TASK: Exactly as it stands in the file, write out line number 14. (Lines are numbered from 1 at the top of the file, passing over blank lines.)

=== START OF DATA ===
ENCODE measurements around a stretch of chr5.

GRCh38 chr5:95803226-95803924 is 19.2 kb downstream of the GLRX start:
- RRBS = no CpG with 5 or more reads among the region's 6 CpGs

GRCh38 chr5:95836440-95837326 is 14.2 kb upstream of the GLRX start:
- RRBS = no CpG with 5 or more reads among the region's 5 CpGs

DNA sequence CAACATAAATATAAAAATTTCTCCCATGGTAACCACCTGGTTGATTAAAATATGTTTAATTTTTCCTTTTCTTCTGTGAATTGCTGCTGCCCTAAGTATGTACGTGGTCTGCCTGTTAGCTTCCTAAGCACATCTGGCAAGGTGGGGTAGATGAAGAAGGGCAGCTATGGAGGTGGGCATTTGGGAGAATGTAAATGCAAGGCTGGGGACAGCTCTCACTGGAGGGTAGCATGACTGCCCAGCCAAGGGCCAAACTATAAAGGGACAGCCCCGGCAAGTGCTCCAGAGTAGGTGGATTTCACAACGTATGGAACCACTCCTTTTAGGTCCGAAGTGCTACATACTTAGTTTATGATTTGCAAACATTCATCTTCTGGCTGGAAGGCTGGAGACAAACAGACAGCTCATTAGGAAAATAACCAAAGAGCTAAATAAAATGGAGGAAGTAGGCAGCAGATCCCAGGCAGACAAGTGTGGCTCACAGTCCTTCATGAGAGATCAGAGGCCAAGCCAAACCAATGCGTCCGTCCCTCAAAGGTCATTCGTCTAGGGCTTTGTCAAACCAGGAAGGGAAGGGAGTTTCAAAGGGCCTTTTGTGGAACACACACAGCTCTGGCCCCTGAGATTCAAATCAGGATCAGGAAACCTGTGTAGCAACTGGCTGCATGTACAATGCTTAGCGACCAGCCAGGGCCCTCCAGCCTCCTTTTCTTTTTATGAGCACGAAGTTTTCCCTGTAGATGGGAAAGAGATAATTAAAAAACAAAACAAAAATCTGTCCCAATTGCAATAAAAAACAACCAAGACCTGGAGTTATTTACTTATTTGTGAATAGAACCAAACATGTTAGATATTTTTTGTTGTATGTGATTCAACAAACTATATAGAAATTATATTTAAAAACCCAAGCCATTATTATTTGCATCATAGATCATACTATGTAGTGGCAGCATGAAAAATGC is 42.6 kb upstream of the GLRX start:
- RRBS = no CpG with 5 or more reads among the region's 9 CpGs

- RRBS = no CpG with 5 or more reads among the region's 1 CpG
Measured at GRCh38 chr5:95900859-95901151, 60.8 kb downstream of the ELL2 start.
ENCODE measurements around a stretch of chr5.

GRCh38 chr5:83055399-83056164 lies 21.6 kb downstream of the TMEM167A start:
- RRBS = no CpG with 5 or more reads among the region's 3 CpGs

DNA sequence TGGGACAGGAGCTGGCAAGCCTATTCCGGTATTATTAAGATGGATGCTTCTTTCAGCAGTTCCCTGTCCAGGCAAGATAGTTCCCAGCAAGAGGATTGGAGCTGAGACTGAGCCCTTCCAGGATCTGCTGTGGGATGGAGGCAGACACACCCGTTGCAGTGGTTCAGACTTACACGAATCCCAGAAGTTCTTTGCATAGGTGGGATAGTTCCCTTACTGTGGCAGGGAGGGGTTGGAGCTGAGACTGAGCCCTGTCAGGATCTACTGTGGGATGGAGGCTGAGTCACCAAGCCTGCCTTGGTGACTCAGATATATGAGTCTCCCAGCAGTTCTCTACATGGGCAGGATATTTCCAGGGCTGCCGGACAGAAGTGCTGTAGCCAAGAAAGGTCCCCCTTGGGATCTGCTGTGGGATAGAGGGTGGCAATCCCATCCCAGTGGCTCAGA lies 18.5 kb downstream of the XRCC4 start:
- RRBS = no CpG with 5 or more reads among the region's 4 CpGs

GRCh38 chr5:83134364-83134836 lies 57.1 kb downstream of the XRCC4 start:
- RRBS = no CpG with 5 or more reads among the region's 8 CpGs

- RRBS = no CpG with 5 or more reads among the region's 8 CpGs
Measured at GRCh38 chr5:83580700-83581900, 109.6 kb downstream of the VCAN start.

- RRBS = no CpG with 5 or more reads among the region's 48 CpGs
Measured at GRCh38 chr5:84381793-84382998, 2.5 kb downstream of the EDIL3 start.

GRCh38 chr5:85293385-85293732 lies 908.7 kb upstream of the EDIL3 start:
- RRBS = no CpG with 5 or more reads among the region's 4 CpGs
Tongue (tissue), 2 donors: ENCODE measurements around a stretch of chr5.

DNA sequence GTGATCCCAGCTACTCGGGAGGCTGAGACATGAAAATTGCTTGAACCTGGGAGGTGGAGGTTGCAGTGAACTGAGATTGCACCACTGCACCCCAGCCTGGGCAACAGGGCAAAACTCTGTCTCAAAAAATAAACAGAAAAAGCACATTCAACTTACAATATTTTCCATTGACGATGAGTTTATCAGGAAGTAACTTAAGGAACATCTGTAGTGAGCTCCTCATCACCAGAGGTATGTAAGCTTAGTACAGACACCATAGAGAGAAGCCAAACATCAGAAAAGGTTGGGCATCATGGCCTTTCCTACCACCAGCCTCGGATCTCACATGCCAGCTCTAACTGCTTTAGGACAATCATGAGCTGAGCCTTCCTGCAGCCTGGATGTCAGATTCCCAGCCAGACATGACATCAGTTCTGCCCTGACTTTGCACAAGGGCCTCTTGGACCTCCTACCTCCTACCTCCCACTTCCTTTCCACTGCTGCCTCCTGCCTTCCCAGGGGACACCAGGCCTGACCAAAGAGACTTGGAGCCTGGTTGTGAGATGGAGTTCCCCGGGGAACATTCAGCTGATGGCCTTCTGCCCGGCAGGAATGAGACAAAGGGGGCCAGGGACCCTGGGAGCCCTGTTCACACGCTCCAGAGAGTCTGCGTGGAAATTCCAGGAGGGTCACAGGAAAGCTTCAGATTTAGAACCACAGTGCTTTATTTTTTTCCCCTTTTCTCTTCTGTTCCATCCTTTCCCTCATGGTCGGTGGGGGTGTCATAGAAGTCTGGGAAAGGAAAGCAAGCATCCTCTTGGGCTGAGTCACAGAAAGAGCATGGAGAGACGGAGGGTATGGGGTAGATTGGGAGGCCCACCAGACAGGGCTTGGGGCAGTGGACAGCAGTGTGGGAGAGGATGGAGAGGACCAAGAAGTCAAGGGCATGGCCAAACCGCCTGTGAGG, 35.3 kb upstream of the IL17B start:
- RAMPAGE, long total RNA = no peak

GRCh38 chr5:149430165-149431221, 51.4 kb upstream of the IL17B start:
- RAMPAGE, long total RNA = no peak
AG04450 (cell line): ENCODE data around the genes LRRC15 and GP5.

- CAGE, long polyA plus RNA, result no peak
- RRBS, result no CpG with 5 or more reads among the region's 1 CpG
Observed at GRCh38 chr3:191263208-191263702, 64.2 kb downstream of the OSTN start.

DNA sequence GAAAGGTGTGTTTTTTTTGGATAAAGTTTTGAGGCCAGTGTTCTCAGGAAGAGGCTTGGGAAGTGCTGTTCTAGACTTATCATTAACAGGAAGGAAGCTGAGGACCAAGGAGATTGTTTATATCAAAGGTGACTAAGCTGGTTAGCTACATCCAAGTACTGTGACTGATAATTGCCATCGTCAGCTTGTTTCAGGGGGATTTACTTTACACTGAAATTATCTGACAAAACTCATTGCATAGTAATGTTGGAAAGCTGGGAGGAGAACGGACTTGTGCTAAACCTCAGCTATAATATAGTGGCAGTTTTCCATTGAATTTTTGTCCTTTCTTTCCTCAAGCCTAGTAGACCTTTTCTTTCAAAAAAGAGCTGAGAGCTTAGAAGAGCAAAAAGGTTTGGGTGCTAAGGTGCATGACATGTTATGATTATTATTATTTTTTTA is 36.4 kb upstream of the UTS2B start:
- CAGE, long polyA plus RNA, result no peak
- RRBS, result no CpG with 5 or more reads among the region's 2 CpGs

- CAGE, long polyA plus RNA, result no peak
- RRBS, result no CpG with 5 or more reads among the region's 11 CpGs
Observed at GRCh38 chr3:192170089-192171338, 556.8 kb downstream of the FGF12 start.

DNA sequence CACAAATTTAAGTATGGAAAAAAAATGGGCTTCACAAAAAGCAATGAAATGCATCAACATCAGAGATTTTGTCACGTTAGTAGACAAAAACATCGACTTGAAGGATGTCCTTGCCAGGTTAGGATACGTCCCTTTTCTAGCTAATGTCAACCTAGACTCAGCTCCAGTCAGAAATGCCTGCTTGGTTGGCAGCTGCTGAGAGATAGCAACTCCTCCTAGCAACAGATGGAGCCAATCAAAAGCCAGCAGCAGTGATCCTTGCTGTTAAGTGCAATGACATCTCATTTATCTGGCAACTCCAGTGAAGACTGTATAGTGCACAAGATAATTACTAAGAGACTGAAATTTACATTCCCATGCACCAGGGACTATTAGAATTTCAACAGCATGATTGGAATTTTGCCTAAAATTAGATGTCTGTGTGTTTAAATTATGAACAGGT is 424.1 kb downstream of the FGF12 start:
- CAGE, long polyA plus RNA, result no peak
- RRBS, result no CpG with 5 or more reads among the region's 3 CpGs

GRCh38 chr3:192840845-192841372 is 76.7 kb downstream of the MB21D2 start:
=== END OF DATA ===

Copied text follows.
- RRBS = no CpG with 5 or more reads among the region's 4 CpGs